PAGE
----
When any book is nominated for the Stoker Award, it automatically has a quality that others won’t. Spellbent by Lucy Snyder is a urban fantasy about a novice witch, Jessie Shimmer, caught in the middle of a horrible accident that will change not only her, but the world she is a part of. Her boyfriend, Cooper Marron, is pulled into a hellish dimension while they were trying to call rain to end a drought. The damage caused by the rip in dimensions causes a cover-up of supernatural proportions with Jessie now considered a fugitive for things she never knew about or took part in.
For most of the book, the story is a remarkable example of the urban fantasy genre. A secret, organized, magical underworld in Columbus, Ohio with a ass-kicking heroine rebelling against the supernatural status quo to do the right thing. Characters are fully realized and interesting. The world building detailed and well-executed. And the writing is tight and gripping that you have a hard time putting it down.
But why am I talking about it?
Well, for some people who took the old survey, the fact there is a demon centric plot line, that in of itself would make it horror. But as the Urban genre over the last decade has proven: Monsters are not the sole property of the horror genre. But there is a section of the book hat includes the climax of the story that is very horrific. Jessie enters the demonic realm that Cooper is trapped in. In the surreal environment she is met with dangers and terrors that are hard for her to grasp before she has to find safety. Earlier in the story, she is imbued with magical sight in one eye which adds another level of complex terror. In this place, when she changes what kind of sight she uses, the whole reality she is in changes.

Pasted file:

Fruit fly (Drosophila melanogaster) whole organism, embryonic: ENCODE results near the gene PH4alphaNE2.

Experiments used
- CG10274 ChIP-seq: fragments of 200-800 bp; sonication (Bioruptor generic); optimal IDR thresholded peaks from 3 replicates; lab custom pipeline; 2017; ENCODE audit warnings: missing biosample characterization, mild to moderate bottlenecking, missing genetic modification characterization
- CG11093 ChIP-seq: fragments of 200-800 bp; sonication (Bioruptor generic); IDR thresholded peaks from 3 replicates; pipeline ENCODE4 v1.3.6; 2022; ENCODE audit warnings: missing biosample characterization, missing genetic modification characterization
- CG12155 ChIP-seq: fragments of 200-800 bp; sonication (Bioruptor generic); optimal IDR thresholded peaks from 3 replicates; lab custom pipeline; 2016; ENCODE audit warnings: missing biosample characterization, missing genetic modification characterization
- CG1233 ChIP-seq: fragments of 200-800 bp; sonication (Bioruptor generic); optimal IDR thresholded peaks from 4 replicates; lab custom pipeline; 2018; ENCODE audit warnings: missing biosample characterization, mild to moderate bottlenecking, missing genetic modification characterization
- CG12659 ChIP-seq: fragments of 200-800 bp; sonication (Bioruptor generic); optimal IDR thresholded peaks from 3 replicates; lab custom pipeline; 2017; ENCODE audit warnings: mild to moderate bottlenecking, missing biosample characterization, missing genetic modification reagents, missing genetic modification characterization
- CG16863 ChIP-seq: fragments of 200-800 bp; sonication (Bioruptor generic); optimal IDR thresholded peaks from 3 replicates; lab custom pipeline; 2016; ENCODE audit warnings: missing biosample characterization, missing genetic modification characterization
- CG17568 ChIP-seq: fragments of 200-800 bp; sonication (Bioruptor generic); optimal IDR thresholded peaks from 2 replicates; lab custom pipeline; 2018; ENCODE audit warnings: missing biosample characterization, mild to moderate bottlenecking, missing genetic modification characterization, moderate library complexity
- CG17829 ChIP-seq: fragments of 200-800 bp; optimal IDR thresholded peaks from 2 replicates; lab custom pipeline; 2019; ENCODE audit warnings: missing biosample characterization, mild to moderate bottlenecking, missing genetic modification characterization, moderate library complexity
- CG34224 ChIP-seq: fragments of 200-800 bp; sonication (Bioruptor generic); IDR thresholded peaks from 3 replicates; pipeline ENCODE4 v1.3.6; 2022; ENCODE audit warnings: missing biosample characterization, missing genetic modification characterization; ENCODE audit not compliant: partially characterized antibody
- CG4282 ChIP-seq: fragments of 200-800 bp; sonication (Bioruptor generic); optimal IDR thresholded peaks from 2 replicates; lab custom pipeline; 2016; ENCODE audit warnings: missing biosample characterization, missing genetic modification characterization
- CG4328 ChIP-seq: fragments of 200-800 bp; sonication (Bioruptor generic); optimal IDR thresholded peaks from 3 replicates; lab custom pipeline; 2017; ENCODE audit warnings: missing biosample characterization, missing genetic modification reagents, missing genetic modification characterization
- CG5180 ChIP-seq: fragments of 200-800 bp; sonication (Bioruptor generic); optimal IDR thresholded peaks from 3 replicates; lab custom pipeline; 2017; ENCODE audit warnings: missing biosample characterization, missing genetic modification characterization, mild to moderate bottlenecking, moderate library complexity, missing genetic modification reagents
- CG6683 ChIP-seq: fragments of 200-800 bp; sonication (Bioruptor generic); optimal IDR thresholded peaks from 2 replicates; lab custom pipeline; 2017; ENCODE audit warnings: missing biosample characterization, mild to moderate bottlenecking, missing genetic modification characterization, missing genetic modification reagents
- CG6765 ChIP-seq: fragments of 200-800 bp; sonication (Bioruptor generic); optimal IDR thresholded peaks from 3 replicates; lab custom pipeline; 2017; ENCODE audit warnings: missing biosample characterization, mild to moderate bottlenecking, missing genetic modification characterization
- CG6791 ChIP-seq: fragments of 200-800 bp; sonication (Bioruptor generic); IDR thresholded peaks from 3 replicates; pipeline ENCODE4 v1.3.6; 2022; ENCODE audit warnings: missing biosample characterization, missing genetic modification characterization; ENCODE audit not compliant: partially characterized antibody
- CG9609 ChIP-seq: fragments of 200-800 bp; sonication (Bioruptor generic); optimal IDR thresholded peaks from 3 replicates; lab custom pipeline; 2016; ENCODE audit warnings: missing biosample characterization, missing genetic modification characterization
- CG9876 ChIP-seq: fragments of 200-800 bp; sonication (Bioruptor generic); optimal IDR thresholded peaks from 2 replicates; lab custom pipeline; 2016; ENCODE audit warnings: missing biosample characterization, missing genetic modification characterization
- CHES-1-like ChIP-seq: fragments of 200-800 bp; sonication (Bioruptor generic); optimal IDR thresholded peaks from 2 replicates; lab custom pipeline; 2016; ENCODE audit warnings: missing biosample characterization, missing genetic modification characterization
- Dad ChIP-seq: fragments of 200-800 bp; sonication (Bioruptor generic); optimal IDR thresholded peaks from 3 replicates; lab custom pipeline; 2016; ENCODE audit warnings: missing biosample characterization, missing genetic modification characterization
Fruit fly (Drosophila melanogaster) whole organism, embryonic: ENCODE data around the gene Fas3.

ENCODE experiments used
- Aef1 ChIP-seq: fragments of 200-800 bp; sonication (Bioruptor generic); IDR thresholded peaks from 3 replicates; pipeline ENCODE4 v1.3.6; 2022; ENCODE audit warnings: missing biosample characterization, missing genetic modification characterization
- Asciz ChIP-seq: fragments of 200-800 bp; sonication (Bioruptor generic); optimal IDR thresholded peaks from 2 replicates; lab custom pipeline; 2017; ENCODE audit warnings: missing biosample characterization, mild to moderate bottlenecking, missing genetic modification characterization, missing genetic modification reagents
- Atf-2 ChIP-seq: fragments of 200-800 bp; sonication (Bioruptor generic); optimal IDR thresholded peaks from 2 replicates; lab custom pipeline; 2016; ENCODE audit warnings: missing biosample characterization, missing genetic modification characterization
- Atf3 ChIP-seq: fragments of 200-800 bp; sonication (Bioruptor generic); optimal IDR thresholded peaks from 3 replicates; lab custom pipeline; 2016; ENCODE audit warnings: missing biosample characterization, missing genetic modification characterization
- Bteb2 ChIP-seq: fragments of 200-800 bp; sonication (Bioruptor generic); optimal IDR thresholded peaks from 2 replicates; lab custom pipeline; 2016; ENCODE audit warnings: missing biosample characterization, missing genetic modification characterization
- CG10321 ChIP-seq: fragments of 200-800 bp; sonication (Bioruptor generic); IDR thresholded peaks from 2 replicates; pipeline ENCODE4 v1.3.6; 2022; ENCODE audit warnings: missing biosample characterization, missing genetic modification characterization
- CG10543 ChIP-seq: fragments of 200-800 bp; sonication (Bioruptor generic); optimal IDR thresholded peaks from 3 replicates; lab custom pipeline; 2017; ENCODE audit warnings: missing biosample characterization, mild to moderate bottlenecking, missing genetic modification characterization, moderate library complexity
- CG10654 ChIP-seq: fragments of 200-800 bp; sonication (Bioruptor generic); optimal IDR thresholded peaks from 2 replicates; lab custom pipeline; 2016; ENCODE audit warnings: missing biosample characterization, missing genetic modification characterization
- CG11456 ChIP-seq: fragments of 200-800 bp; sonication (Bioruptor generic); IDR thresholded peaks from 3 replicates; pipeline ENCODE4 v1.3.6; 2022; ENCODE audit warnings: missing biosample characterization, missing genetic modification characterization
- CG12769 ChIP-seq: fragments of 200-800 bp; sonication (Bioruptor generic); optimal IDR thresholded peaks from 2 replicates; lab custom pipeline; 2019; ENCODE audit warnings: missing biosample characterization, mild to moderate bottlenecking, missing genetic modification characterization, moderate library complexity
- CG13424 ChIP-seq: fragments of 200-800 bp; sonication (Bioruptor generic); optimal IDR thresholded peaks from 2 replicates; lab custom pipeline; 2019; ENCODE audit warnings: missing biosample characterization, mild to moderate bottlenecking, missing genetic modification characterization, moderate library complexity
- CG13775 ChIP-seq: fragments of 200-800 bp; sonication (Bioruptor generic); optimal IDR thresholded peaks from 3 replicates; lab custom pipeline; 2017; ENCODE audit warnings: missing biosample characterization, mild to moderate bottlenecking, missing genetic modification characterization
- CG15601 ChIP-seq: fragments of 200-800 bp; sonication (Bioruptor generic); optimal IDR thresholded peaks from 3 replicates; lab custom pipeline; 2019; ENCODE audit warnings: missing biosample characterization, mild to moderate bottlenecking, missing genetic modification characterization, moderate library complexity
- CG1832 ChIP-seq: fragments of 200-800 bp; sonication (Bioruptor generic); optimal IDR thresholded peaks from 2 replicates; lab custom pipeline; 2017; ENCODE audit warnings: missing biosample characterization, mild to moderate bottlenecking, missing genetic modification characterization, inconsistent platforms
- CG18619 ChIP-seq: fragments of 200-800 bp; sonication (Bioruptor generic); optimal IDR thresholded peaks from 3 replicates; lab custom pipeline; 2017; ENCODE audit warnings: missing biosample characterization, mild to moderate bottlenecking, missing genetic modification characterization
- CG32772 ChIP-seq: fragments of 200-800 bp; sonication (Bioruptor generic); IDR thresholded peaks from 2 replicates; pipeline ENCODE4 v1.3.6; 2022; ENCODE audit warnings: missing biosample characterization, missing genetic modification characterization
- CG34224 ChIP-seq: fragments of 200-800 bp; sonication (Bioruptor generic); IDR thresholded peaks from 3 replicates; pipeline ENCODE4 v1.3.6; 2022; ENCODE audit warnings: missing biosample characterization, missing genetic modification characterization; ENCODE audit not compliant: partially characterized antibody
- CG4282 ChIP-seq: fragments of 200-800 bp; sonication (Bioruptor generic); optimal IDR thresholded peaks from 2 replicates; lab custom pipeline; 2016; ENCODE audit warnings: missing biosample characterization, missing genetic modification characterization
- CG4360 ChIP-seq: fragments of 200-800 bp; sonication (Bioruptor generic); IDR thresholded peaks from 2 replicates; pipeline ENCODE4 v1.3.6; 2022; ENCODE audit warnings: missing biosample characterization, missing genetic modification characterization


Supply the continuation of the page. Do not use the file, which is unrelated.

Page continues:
On one hand, Jessie is dealing with the unknown. That wonderful cauldron that brews a myriad of fears for a character. The setup of the not different than some of the Dream Cycle stories of Lovecraft or the tales of Lord Dunsany where reality and fantasy no longer have a barrier and the change in the rules of reality keep the character on edge.
On the other, the realm she is in is created around the evils of Cooper’s past that he doesn’t remember. This–much like next week’s The Haunting of Hill House–works on the idea that horror is when barrier of the external world and the internal consciousness is permutable. In this case, in a literal sense. Cooper’s personal hell is that of his memories and the horrors he went through as a child.
Horror is always about going beyond those barriers we set up for ourselves. It is only by going past them, into the unknown and the terrors that lie there, that we can learn to not be fearful, to learn, and to gain knowledge. This is just as true for the climax of Spellbent. There is always a cost, which she finds out through out the book. But the result is always a strength to survive until that next barrier has to come down.
Horror Reader Level: Beginner